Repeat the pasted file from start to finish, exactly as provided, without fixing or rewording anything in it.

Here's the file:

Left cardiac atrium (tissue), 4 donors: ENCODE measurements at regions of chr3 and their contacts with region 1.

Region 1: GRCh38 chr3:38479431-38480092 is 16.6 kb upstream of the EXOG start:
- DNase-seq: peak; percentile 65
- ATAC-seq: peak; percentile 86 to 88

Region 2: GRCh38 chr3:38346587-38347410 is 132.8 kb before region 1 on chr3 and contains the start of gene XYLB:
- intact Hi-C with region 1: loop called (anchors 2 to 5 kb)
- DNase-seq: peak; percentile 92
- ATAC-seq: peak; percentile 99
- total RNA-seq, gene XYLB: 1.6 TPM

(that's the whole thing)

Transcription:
Left cardiac atrium (tissue), 4 donors: ENCODE measurements at regions of chr3 and their contacts with region 1.

Region 1: GRCh38 chr3:38479431-38480092 is 16.6 kb upstream of the EXOG start:
- DNase-seq: peak; percentile 65
- ATAC-seq: peak; percentile 86 to 88

Region 2: GRCh38 chr3:38346587-38347410 is 132.8 kb before region 1 on chr3 and contains the start of gene XYLB:
- intact Hi-C with region 1: loop called (anchors 2 to 5 kb)
- DNase-seq: peak; percentile 92
- ATAC-seq: peak; percentile 99
- total RNA-seq, gene XYLB: 1.6 TPM